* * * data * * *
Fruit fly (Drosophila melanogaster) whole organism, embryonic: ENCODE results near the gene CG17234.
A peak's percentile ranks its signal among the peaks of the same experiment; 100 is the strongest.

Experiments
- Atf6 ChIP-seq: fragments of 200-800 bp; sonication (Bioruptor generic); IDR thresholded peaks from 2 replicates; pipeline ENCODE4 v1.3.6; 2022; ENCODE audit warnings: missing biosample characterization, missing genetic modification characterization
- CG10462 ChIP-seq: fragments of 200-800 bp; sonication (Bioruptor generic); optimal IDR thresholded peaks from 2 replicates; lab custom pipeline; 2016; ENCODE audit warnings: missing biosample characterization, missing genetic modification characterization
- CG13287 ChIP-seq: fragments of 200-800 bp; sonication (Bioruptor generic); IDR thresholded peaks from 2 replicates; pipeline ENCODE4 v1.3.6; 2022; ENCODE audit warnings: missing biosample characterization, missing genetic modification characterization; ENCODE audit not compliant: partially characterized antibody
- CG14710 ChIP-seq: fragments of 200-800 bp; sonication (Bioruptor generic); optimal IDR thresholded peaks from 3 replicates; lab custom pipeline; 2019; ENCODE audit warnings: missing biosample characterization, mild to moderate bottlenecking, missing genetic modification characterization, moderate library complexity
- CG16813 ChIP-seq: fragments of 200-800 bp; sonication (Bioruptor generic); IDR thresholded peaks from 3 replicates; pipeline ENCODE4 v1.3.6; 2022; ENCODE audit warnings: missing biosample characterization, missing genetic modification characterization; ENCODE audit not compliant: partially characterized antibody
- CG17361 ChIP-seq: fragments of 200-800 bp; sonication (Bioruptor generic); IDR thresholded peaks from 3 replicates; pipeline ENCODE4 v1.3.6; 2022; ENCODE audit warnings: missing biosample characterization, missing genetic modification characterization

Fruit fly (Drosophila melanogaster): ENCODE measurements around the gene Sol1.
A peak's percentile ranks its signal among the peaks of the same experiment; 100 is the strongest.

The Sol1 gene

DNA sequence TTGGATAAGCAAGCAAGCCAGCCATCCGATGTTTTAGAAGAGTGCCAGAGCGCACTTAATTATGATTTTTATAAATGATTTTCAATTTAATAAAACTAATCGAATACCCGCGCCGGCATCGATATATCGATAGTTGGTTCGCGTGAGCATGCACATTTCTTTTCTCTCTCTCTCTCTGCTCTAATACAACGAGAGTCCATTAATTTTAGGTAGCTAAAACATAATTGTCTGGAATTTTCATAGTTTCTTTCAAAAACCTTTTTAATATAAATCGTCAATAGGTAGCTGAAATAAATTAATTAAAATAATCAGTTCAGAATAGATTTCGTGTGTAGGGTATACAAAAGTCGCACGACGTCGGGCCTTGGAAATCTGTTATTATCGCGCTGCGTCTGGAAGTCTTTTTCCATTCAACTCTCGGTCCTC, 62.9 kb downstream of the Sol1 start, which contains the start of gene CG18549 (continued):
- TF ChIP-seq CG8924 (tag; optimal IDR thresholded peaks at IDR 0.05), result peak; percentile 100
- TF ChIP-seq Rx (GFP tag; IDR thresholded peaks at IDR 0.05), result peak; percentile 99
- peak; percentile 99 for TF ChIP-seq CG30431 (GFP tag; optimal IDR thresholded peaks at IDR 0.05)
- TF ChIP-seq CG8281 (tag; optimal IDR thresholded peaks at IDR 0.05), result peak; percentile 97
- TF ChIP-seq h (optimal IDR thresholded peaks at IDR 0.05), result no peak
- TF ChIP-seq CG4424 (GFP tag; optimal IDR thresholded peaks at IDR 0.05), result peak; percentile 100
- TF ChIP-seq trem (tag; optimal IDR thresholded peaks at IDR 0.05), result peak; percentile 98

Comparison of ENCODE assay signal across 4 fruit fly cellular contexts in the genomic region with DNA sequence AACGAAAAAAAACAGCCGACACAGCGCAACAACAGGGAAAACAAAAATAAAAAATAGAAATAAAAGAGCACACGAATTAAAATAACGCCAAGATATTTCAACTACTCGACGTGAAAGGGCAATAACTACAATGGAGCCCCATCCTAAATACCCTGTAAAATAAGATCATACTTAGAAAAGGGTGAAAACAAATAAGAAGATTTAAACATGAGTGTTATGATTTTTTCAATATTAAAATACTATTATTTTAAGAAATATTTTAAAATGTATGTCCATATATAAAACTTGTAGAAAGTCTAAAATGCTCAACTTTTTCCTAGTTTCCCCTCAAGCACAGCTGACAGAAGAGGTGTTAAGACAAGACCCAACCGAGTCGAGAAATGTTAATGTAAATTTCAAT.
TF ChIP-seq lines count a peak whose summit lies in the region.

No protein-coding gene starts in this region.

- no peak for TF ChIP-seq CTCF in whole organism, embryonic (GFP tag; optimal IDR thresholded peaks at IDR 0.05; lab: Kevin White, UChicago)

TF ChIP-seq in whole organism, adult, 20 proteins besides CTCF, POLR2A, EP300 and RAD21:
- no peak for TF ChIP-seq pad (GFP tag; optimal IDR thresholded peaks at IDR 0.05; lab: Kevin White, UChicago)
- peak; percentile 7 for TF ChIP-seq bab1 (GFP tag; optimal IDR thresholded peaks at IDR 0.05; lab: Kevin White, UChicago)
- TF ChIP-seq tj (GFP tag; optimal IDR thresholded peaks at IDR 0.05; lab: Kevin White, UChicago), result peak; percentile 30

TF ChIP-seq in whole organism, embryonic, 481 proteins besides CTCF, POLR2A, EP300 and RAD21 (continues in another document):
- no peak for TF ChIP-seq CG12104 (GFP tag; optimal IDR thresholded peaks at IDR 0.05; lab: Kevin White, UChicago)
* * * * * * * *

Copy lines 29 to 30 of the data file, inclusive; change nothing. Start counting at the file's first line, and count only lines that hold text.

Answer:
TF ChIP-seq in whole organism, embryonic, 481 proteins besides CTCF, POLR2A, EP300 and RAD21 (continues in another document):
- no peak for TF ChIP-seq CG12104 (GFP tag; optimal IDR thresholded peaks at IDR 0.05; lab: Kevin White, UChicago)